Have you encountered difficulties when combining Western painting techniques with Chinese ones?
I only use water-based inks on Chinese papers. The inks I use are Australian artist quality (and some European as well) water-based. The advantage of these inks is that they are transparent. The colour glows and has a great ability to stain and flow with the fibres of the papers. And what I can tell you is that oils and ink do not mix!
(click and read: inkston’s research paper on Chinese Colours)
Have you been influenced or inspired by other artists?
John Olsen, Tim Storrier, Fred Cress and John Peart were all influential and important in my development and growth. I was also influenced by meeting the lithographer Fred Genis who had arrived in Australia to set up his lithography workshop. He had worked with Jasper Johns, Robert Motherwell, Walasse Ting, Jim Dine and many renowned American and European artists.
Do you have any favourite materials to work with?
Working in the print publishing company gave me a lot of different perspectives towards paper and how to use it. My first encounter was with Japanese paper as at that time there were no Chinese papers. I remember meeting the head of Arches paper of France when he visited Australia. We were using a range of their handmade papers. Want to see how papers are handmade with natural fibres? Click this inkston research article: Xuan Paper Making – a UNESCO intangible heritage.
By meeting different artists who used paper in different ways (etching, screen prints or lithographs) it became clear to me that there was a symbiotic relationship between image and paper. It’s colour, texture, weight and composition and so many other factors gave me an understanding of the relationship and potential of the appropriate paper for different works. It was to influence me in my appreciation and ongoing experimentation with varying Chinese papers. Be that rice, mulberry, flax and combinations of the above. I am increasingly using silk as well. Expensive but fabulous. (click to read: What is Chinese painting silk and how to use it for art creation?)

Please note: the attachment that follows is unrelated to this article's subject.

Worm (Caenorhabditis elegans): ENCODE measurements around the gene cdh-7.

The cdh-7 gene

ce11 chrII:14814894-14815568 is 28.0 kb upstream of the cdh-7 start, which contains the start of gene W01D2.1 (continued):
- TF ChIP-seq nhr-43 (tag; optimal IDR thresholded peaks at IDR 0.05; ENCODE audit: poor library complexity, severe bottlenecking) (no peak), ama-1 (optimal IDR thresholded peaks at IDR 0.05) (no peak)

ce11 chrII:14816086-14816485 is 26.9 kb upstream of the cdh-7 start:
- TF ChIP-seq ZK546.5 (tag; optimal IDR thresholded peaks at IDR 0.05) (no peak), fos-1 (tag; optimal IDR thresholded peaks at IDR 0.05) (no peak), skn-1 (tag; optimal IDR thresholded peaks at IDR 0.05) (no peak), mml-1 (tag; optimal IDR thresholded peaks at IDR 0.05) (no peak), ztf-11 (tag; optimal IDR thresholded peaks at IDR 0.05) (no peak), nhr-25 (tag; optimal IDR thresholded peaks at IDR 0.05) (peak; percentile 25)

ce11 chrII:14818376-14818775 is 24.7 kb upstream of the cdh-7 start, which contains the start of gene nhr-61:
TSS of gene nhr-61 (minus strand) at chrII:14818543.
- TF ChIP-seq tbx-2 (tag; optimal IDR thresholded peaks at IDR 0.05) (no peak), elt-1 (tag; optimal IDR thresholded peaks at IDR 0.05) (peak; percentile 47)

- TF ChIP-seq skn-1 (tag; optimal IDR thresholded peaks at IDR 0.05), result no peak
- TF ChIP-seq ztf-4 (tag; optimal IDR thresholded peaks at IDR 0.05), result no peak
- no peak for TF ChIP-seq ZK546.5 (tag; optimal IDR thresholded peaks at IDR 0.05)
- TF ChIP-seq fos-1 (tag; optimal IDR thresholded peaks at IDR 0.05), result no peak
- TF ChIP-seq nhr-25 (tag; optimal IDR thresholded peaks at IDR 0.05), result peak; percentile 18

Are there any techniques you would like to share?
The advantage of water-based inks is that they are transparent. The colour glows and has a great ability to stain and flow with the fibres of the papers. The thin colours build up and create a great range of tones.
A magic ingredient with ink painting is aluminium. AlO2 Aluminium Oxide. (see Inkston research paper on the application of Aluminum: how to play alum in the paper? )It creates a flux with the water and pigment, suspending the pigment in the water. It creates an aquatint like powdery tone to the line. There are infinite possibilities with this traditional ingredient in ink painting.
Have you always painted or had another profession before becoming an artist? How did your life as an artist start?
My interest in Chinese art, architecture and ceramics began when I was in school. I did so at a high level. The last two years of high school I was finally able to study art. At the University of Sydney and UNSW, I studied for an arts degree (Sydney University Fine Arts was and is an academic history course). At UNSW I studied Drama, German Literature and History and Philosophy of Science. I was painting throughout this time. In acrylic on canvas and paper. I taught myself oil painting from a book. I still make and sell oil paintings and it is a significant part of my practice along with ink painting and ceramics.
After graduating from university, I was fortunate to be employed in a small original print publishing company in Sydney. This allowed me to get in contact with great artists in Australia. Watching and learning to see their working methods and visiting their studios. I think this was my art school and training. I read H.H Arnnason ‘The History of Modern Art and Sherman Lee ‘s History of Asian Art’ (Sherman Lee was Director of the Cleveland Asian Art Museum).
The delight and inspiration in both of these histories was and is the ignition of my career. Notwithstanding my long passion for painting.
Do current events (like natural disasters in Australia) have an impact on your art or inspiration to make an artwork?
Catastrophic events have little artistic inspiration. Although I read widely and keep abreast with multiple international news organisations, I find little interest in reacting to an obvious narrative derived from the news cycle. However, ideas of frailty, gesture love beauty are of immense interest. As does observation. We look we draw. And as for inspiration, I have been looking at Chinese art and society for the past fifteen years and it’s has been a significant part of my oeuvre.